For chocolate fans, taste is an important part of loving this treat, but researchers have now shed light on why the irresistible fudge feels so good.
Scientists have decoded the physical process that takes place in the mouth, as when a piece of chocolate is eaten, it transforms from a solid to a smooth emulsion.
They suggest that the location of the fat in the chocolate helps make the texture so appealing.
By analyzing each of the steps, researchers at the University of Leeds hope their findings will lead to the development of luxury chocolate with the same feel and texture that is healthier to eat.
When chocolate comes into contact with the tongue, it leaves an oily film that covers the tongue and other surfaces in the mouth.
This makes it feel smooth the entire time it is in the mouth.
According to research, the feeling of chocolate in the mouth is caused by the way the chocolate is lubricated, either by the chocolate itself, saliva, or a combination of the two.
Once the chocolate comes into contact with the tongue, the oil has a key role to play.
Then the solid cocoa particles are released and become important in terms of tactile sensation.
Therefore, the researchers suggest that the fat deeper in the chocolate plays a somewhat limited role and can be reduced without affecting the feel or feel of the chocolate.
Anwesha Sarkar, professor of colloids and surfaces at the School of Food Science and Nutrition in Leeds, said: “The science of lubrication provides mechanical insights into how food actually feels in the mouth.
“You can use this knowledge to design foods with better taste, texture, or health benefits.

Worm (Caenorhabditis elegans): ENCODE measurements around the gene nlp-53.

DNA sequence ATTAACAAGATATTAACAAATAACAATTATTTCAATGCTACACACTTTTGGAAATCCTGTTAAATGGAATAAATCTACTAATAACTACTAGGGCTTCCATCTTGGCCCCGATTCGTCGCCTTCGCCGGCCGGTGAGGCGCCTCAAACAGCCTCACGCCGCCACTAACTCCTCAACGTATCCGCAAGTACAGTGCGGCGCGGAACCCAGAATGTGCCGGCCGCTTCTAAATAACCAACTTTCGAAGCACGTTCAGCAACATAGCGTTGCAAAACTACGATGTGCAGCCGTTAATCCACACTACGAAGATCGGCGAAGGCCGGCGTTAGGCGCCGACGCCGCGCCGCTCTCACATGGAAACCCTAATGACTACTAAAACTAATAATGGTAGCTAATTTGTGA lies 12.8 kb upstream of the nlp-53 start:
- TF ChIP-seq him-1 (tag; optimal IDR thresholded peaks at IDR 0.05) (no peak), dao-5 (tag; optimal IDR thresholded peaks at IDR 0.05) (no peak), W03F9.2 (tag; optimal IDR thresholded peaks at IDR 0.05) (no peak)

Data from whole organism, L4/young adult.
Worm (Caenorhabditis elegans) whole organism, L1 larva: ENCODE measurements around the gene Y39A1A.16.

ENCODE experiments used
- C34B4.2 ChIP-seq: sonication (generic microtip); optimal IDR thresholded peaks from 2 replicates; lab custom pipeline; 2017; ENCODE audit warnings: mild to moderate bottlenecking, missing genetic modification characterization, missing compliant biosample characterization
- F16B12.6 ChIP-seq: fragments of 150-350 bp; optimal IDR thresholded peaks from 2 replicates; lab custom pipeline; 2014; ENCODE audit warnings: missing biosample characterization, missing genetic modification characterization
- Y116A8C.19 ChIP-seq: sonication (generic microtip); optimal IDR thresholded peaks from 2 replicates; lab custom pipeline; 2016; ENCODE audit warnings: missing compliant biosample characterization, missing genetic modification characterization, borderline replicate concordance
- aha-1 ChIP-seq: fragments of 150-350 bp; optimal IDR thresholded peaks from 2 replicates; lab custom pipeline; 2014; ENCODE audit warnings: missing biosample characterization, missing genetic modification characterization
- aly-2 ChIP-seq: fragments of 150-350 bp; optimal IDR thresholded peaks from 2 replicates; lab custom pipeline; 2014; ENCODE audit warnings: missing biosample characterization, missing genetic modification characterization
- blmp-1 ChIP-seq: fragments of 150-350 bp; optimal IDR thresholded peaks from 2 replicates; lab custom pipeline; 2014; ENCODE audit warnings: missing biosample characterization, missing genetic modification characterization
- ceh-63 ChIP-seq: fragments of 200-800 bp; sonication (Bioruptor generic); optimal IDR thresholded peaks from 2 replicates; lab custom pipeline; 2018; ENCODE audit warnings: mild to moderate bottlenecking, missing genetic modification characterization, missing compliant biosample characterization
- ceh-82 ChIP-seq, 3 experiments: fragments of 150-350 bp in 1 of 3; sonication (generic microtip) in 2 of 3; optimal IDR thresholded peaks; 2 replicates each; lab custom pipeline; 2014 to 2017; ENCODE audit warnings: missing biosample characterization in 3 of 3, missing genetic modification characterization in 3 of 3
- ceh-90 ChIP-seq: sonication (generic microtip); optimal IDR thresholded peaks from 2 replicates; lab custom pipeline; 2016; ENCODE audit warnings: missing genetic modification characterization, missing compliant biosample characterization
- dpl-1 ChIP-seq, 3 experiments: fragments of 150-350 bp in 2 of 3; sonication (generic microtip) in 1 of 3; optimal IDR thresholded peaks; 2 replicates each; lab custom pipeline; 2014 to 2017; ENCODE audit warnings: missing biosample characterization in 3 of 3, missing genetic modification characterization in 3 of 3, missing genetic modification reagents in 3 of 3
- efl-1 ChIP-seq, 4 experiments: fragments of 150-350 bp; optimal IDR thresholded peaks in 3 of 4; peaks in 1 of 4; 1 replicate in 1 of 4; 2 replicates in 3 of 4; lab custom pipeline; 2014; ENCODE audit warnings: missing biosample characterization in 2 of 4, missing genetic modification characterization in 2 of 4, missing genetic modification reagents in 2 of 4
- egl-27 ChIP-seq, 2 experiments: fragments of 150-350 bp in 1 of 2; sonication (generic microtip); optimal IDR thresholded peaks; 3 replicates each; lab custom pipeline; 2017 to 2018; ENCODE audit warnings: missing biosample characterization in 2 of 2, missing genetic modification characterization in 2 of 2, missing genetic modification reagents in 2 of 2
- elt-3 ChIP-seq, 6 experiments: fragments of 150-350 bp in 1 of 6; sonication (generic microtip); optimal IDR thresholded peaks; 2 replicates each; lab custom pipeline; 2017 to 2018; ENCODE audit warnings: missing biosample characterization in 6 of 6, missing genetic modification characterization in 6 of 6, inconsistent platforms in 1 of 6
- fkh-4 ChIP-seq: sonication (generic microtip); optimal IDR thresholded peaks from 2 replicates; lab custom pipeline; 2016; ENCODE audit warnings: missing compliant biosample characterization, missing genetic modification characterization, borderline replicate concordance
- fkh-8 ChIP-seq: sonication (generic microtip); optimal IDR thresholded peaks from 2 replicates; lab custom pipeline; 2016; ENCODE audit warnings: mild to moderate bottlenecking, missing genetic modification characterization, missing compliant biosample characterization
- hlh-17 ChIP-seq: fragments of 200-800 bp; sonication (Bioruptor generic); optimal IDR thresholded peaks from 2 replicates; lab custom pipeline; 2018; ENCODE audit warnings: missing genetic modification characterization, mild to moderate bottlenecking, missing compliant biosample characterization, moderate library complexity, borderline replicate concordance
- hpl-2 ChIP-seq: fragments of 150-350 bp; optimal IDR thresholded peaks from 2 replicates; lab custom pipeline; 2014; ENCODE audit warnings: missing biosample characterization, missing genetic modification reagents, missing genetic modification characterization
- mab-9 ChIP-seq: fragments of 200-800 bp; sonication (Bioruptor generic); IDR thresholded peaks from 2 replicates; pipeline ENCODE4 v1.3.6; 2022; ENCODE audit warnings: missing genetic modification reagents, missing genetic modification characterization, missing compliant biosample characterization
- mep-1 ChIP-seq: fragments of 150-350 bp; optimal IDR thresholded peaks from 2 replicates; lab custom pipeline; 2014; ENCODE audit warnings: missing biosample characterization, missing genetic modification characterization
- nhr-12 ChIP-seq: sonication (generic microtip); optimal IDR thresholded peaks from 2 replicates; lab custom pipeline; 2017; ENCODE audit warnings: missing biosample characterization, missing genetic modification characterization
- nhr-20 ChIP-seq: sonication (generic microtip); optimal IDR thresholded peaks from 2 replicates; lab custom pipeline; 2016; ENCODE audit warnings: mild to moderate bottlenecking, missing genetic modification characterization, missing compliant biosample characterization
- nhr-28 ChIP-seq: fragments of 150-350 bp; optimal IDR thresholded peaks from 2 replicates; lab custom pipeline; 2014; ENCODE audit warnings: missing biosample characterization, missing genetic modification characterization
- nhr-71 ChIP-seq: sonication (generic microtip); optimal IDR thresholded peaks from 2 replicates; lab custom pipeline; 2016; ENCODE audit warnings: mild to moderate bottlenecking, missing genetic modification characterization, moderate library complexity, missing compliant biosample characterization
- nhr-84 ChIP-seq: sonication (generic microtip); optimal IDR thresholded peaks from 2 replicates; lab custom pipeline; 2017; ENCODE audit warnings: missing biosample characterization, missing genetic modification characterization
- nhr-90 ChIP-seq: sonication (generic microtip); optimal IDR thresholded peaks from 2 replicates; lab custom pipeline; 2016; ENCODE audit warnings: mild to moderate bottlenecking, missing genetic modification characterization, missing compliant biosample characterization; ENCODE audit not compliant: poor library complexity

“If a chocolate bar contains 5% or 50% fat, it still creates droplets in the mouth, and that gives you a chocolatey feel.
“However, it is the location of fat in the structure of chocolate that is important at all stages of lubrication and is rarely explored.
“We show that the fat layer has to be on the outer layer of the chocolate, that’s the most important, followed by the effective coating of the cocoa particles with fat, which helps the chocolate feel so good.”
The study, published in the journal ACS Applied Materials and Interfaces, did not look at how chocolate tastes, but instead focused on feel and texture.
The tests were conducted using a luxury brand of dark chocolate on an artificial 3D tongue-like surface designed at the University of Leeds.
Dr Siavash Soltanahmadi, from Leeds School of Food Science and Nutrition and lead investigator of the study, said: “With an understanding of the physical mechanisms that occur when people eat chocolate, we believe that a new generation of chocolate can be developed that offers the feel and feel of high-fat chocolate, but is a healthier choice.
“Our research opens up the possibility that manufacturers can cleverly design dark chocolate to reduce its overall fat content.
“We believe dark chocolate can be produced in a gradient layered architecture that coats the surface of the chocolates and particles with oil to deliver the sought-after self-indulgence experience without adding too much fat to the body of the chocolate.”
The researchers believe that the physical techniques used in the study could be applied to the study of other foodstuffs that undergo phase change, such as ice cream, margarine or cheese.